Kurt Vonnegut was the novelist who got me excited about being a writer. Until I read Vonnegut, all of literature I studied in school were from classical writers who were long since dead: Chaucer, Shakespeare, Melville, Dickens, and Hemingway. Then, in my AP English class in high school, we read Slaughterhouse-Five. The book astounded me. Here was serious fiction written in a contemporary genre (science fiction) with contemporary language (including a now overused word that starts with “f”) by an author who was still alive!
I became a huge Vonnegut fan. The first hardcover novel I ever bought for myself was his 1979 novel Jailbird. I would make frequent visits to my college bookstore to build my Vonnegut library: Mother Night, The Sirens of Titan, Welcome to the Monkey House, Breakfast of Champions, and Wampeters, Foma, and Grandfallons.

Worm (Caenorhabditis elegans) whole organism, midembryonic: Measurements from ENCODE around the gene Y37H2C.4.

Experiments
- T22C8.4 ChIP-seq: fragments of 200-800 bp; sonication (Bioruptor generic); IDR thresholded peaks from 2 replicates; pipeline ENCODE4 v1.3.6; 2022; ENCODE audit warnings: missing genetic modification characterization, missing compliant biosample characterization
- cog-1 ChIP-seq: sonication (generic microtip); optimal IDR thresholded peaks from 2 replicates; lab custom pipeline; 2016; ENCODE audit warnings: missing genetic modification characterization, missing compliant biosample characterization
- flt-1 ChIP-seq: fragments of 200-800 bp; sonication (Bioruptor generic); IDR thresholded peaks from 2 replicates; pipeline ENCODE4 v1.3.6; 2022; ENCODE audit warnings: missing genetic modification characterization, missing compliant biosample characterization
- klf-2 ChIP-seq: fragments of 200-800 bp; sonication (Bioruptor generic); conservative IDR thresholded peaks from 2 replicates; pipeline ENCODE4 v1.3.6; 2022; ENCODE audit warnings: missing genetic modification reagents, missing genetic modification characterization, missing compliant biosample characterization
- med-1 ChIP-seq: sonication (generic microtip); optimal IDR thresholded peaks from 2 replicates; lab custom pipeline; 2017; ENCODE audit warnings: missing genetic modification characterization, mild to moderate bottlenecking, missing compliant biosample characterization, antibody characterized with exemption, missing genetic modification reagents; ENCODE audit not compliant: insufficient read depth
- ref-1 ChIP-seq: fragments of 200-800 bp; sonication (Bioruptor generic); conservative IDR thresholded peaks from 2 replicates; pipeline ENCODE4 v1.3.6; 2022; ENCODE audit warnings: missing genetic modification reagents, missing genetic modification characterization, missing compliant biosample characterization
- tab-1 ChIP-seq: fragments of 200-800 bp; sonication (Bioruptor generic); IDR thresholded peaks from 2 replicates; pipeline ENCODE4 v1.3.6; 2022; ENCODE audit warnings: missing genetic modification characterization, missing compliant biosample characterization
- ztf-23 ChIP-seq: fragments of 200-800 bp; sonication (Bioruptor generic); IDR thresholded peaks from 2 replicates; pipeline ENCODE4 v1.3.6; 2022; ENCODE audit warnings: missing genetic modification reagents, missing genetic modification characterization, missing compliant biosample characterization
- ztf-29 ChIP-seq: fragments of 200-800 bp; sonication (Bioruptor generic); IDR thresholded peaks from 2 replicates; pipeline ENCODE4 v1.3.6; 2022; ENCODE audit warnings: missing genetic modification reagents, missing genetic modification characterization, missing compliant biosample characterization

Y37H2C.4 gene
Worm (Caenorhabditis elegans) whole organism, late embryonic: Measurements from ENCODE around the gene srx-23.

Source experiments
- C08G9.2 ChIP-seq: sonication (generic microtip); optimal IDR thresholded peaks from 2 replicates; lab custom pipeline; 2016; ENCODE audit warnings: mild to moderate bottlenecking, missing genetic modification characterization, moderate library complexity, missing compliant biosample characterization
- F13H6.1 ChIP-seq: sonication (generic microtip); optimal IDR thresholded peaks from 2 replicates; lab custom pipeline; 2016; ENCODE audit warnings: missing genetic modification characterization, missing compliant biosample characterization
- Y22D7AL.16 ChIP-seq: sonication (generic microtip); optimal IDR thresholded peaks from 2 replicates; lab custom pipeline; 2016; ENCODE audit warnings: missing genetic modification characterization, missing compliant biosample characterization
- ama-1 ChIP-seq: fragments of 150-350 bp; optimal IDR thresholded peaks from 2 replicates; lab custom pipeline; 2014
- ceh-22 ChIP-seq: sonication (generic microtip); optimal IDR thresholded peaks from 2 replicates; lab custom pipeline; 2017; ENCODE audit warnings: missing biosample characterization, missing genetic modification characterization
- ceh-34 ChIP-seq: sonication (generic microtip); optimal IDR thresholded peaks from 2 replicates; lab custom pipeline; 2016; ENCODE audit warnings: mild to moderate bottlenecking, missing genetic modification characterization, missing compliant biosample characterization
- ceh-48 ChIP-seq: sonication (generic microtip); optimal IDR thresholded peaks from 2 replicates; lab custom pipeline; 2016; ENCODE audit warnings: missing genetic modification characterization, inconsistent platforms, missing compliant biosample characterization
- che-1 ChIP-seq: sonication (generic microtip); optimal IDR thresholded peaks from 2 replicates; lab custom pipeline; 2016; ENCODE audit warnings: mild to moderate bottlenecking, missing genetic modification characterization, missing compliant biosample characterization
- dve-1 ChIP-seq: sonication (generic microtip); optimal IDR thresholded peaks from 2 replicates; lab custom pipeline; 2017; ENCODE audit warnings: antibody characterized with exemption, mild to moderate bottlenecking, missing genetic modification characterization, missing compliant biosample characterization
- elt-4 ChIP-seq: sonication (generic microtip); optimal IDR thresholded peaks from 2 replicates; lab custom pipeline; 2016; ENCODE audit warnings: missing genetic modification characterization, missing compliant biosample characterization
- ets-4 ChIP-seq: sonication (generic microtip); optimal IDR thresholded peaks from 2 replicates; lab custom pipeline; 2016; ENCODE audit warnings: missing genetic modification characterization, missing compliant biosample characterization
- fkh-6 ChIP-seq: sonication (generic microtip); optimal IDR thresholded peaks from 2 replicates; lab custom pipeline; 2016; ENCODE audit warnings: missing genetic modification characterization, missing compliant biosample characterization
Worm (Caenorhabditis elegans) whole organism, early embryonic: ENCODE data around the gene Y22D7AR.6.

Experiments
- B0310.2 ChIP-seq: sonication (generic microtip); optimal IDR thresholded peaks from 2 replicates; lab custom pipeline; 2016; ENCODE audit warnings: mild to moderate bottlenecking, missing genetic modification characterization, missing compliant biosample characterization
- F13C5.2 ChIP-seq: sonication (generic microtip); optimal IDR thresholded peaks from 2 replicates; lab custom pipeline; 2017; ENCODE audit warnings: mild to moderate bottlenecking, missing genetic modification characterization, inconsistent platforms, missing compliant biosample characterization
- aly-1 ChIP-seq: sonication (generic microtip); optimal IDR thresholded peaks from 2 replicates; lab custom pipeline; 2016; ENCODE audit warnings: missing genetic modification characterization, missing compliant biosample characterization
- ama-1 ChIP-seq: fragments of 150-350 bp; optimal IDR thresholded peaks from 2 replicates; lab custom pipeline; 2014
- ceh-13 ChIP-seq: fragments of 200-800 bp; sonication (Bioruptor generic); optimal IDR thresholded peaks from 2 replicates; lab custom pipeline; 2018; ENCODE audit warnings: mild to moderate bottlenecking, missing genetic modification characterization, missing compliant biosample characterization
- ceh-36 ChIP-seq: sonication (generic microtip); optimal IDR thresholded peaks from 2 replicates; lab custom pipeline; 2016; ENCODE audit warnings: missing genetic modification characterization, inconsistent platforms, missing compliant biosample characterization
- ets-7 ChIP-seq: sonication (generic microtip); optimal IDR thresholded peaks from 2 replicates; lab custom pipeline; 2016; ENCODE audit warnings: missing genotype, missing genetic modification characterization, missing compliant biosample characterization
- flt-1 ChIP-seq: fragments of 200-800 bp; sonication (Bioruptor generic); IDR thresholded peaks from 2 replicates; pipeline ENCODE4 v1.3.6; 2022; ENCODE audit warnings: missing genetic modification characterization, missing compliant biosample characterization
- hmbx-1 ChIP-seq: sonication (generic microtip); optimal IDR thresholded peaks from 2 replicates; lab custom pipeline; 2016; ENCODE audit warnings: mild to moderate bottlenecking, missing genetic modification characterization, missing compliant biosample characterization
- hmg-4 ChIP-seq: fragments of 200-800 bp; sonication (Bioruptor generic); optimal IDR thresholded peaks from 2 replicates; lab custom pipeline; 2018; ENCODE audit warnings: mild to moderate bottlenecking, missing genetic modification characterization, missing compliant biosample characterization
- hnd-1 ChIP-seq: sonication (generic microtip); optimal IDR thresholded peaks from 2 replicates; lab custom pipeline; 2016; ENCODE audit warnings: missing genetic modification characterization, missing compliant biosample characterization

It wasn’t only Vonnegut’s writing that appealed to me. Vonnegut was an author I could relate to. He seemed like a typical middle-class person like I am, with a family and a job. He wrote about issues I cared about. Since he was a contemporary writer, I could always look forward to him writing something new and addressing what was happening in the world at the time. Other literary greats seemed like musty statues in a marble tiled hall, but Vonnegut brought writing to life. He made a literary career something achievable and worthwhile to me. If Kurt Vonnegut could become a great writer, there was hope for people like me.
Now, Kurt Vonnegut is a part of history, just as Chaucer and Melville. Unfortunately, some of his writing seems to have faded into history too. The horrors of Dresden that he depicted in Slaughterhouse-Five seem as ancient to my children as Chaucer’s pilgrimage to Canterbury. I hope that some other contemporary author could make writing as alive to my children as Kurt Vonnegut did for me, but a great author like him can never be replaced.
God bless you, Mr. Vonnegut. Auf weidersehen?